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A downward spiral, but 'Christians will remain'

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Even a casual review of the Vatican's foreign policy interests over the last few decades would confirm that the Middle East -- in Christian parlance, the Holy Land -- is at the top of the list. In part, that's because the Israeli/Palestinian conflict is key not only to stability in the region, but to relationships between Islam and the West and between Christianity and Judaism. In part, too, it's because the Christian population of the Holy Land is in freefall, with the nightmare scenario being that one day soon there will be no Christians left in the land of Christ.

As one Arab Christian told The Jerusalem Post recently, speaking anonymously for fear of backlash: "We're trapped between two larger peoples that don't like each other … and they don't like us either."

Relatives of Haiti earthquake victims pray

MIAMI -- Martine Jeudi held photos of her aunt and other relatives in her hand at a Miami church Jan. 13 as she prayed for victims of the magnitude 7 earthquake that struck Haiti Jan. 12 and devastated areas of Port-au-Prince, the capital.

"My aunt was killed," said Jeudi, 36, who came from Hollywood to attend a memorial prayer service at Notre Dame D'Haiti Church. "My other relatives are missing. The building (where they lived) was destroyed."

Catholic agencies prepare for long-term relief

Baltimore-based Catholic Relief Services has been asked by the Vatican to coordinate the church's relief and recovery efforts in earthquake-ravaged Haiti.

The U.S. bishops are asking parishes across the United States to take up a second collection Jan. 16-17 to help ease "the terrible suffering of our brothers and sisters in Haiti" after a magnitude 7 earthquake.

Moderate Muslims confront Islamic radicalism

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A recent report from Duke University praised U.S. and Canadian Muslim leaders for fighting to keep Islamic radicalism out of their communities by condemning terrorism, self-policing, and becoming active in politics.

Within days, in what seemed to confirm the "Anti-Terror Lessons of Muslim Americans" report from Duke, a group of 20 imams -- 19 Canadian, one American -- issued a fatwa, or religious edict, condemning Islamic extremist attacks as an attack on all North American Muslims. The fatwa urged rank-and-file Muslims to "expose" radicals, and relay the message to Muslims abroad that they have religious freedom.

CRS expects 'thousands and thousands' Haiti dead, injured

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WASHINGTON
Catholic Relief Services was preparing for "thousands and thousands" of dead and injured people in the wake of the most devastating earthquake to strike Haiti in two centuries, said Karel Zelenka, the agency's country representative.

Among those reported dead were Archbishop Joseph Serge Miot of Port-au-Prince and Zilda Arns Neumann, a pediatrician who founded the Brazilian bishops' children's commission and sister of Brazilian Cardinal Paulo Evaristo Arns, retired archbishop of Sao Paulo.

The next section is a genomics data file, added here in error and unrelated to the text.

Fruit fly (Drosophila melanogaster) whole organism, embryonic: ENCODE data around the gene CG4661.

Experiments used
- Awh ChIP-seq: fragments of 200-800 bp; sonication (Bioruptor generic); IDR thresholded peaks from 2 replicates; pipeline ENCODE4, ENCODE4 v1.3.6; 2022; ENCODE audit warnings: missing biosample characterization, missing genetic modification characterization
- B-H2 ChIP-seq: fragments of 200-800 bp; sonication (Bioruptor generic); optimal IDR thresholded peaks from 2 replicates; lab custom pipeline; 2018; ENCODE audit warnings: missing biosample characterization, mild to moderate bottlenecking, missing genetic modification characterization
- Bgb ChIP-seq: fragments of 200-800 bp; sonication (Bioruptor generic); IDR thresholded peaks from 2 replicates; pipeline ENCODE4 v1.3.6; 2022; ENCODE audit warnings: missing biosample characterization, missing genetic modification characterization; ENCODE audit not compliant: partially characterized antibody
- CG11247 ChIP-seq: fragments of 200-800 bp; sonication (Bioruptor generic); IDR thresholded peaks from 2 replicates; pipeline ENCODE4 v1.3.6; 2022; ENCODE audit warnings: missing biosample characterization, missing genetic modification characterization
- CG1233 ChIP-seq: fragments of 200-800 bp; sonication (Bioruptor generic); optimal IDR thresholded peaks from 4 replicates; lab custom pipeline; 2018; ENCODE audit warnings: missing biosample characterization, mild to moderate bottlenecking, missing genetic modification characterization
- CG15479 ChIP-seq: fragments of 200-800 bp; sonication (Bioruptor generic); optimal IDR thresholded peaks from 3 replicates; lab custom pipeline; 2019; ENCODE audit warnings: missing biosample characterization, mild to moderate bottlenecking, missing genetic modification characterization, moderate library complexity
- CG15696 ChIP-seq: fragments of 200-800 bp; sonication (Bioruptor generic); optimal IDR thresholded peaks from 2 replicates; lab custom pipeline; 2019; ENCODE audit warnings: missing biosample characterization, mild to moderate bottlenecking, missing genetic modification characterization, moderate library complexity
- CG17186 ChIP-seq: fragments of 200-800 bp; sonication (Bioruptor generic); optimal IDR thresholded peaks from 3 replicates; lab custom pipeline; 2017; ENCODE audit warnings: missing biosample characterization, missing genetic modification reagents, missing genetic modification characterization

A group of Montfort priests and seminarians initially reported to have died in Port-au-Prince were not even in the city and were not killed, a spokesman said.

In an e-mail from the capital, Port-au-Prince, Zelenka told his colleagues at CRS headquarters in Baltimore that damage was "incredible all around."

In response, CRS initially has committed $5 million to help survivors, said John Rivera, the agency's communications director.

Hume says anti-Christian bias fueled backlash

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WASHINGTON -- Fox News analyst Brit Hume, who was both widely praised and criticized for suggesting that golfer Tiger Woods should embrace Christianity to find true "redemption," said he fell victim to widespread media bias against Christianity.

"Instead of urging that Tiger Woods turn to Christianity, if I had said what he needed to do was to strengthen his Buddhist commitment or turn to Hinduism, I don't think anybody would have said a word," Hume told Christianity Today's Sarah Pulliam Bailey.

Catholic mission to fight HIV/AIDS in Sudan

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Catholic Medical Mission Board gets grant to fight HIV/AIDS in Sudan

NEW YORK -- The Centers for Disease Control and Prevention have given a five-year, $5.9 million grant to the New York-based Catholic Medical Mission board to fight the spread of HIV and AIDS in southern Sudan.

The project's goals are to reduce the incidence of new HIV infection through testing and counseling, prevention of mother-to-child transmission, and behavior change to prevent sexual transmission of the virus.

Korean church slams activistís northern incursion

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SEOUL -- South Korean Church leaders have condemned US Christian activist Robert Park’s incursion into North Korea, saying it will not help religious freedom in the country and may do more harm than good.

Park, a Protestant Korean-American, crossed the border on Christmas Eve with a Bible in his hand, shouting: “I brought God's love! God loves you!” according to local media.

He was immediately arrested.

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September 12-25, 2014

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